Novel of the week: Hot Stew by Fiona Mozley
Fiona Mozley paints a ‘compelling’ portrait of city life in a novel set in a crumbling Soho town house
Fiona Mozley’s debut novel, the Booker-shortlisted Elmet, was a family saga “steeped in legends of the Yorkshire countryside”, said Katie Rosseinsky in the London Evening Standard. Her follow-up shows she is “equally well-attuned to the rhythms of urban life”. Set in a crumbling Soho town house, Hot Stew features a large, varied cast: a pair of prostitutes, Precious and Tabitha; a down-and-out couple known as Paul Daniels and Debbie McGee, who perform “lacklustre magic tricks” in the pub; and, of course, an “unscrupulous” property developer who wants to turn it into luxury flats. Mozley skilfully knits their “disparate stories” together, creating a “compelling” portrait of city life.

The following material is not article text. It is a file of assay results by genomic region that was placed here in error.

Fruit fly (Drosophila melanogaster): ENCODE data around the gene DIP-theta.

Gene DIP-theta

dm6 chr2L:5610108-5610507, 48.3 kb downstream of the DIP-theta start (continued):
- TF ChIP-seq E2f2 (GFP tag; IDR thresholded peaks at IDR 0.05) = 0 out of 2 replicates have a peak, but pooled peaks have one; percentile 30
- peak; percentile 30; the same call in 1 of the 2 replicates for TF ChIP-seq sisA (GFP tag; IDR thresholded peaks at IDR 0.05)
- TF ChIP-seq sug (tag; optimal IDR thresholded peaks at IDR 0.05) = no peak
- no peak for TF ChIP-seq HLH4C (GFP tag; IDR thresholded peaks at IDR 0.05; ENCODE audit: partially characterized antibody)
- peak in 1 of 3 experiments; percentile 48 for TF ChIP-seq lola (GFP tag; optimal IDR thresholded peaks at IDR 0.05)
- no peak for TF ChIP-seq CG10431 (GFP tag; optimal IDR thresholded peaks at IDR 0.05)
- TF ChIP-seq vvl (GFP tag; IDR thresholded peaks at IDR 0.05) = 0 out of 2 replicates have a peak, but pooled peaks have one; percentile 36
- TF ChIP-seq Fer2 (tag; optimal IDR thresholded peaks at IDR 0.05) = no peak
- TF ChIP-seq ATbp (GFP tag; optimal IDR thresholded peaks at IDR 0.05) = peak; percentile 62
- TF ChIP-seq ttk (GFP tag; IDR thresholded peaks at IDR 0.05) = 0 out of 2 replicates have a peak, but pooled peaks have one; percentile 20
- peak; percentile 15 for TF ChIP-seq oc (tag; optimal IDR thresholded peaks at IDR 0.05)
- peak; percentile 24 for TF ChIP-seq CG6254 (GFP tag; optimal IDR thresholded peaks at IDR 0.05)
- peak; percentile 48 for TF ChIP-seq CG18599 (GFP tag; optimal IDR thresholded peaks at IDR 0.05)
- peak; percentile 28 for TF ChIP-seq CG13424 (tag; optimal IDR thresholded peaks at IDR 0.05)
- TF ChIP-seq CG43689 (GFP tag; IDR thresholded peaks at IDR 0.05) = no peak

Although her characters tend towards caricatures, this doesn’t much matter, said Lara Feigel in The Guardian. “Like Dickens or Balzac, Mozley is interested in breathing life into clichés, using two-dimensionality to gain breadth and social reach.” At a time when so many young novelists are taking refuge in the dystopian, it’s refreshing to encounter a writer reinvigorating “large-scale social realism for our times”.
John Murray 320pp £16.99; The Week Bookshop £13.99
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